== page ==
Tuesday

What Reading Skills Do Children Need?



A reader combines four reading skills.


COMPREHENSION, VOCABULARY, FLUENCY, and DECODING


READING COMPREHENSION

A reader with good reading comprehension has a purpose for reading, monitors for understanding while reading, and checks for understanding after reading.

When you read with a child you can talk about thinking you do while reading. I personally struggled with this until I was twenty-five years old. I didn't naturally think before, during, or after reading. I read the words on the page and thought that was enough. I did not enjoy reading or do well in school until by some miracle I figured out how to think while reading in college.

I love the book 7 Keys to Reading Comprehension. This book clearly explains how to help a child do the right kind of thinking. It will give you ways to model thinking and ask the right questions.

VOCABULARY


Vocabulary knowledge is an important part of reading. It is built through experiences, conversations, and reading. New vocabulary words can be learned while reading by using word parts, attending to context clues, or using a dictionary.

Readers need to understand most of the words being read to understand their reading.

FLUENCY

A reader with strong fluency skills quickly recognizes words, reads like a person speaks, and focuses on meaning.

It is normal for an early reader to sound choppy and take longer to read. It takes patience to listen to a beginning reader. Fluency comes with practice and combining reading skills. Telling a reader to read faster will not make a reader fluent.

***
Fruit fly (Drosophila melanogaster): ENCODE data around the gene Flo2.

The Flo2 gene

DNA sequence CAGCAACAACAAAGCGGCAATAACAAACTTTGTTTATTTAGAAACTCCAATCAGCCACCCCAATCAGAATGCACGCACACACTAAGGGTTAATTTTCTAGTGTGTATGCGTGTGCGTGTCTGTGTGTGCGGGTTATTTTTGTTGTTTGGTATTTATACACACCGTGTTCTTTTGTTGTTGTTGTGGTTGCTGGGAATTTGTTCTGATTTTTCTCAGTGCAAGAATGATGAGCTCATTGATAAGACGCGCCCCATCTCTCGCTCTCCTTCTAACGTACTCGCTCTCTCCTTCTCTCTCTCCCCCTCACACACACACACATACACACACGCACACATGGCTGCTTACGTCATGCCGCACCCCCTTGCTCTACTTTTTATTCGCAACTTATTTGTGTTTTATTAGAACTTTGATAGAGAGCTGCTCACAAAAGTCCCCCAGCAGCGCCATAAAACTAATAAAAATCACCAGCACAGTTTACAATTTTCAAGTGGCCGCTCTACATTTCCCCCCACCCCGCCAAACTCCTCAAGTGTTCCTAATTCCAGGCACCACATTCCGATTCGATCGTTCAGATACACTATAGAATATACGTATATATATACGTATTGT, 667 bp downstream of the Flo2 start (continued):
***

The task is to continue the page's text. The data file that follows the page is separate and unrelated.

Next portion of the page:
Improve fluency by making sure sounding out has been taught and is happening. Then have plenty of books at your child's reading level that are enjoyable to read. Encourage your child to read out loud. I like to tell a child that their is a movie playing in my head when I listen to your reading. The movie gets fuzzy when something is read correctly. I ask them to please rewind the movie and play it again. If small errors are made and I can still understand the story, I don't stop a reader. Encourage your child to have a movie and make sure to get them to reread a sentence when the meaning gets fuzzy.

DECODING

Decoding involves reading words by using sounds, phonics, and knowledge of phonics rules and exceptions.

Decoding words takes a lot of effort and time in the beginning stages of reading. Smooth reading will not happen until decoding becomes automatic. It takes time and practice for a child to decode words quickly. Your child will stumble over words when learning to decode. Think of the beginning stages of reading as a child learning to walk.

A good online reading program can teach decoding skills.

Teach Letter Sounds and Letter Combinations

After a child knows the alphabet and letter sounds, there are still a few letter combinations you can teach. I suggest you start by teaching a few letter combinations at a time. These letter combinations can be taught while you read books to your child. Stop and point out a few letters and letter combinations. Break the word apart by individual sounds with your voice.

Phonics Pathways and Reading Pathways are good books to teach letter combinations. You can also check out Reading Bear. Reading Bear is a free online program that gives practice with letter sounds and letter combinations.


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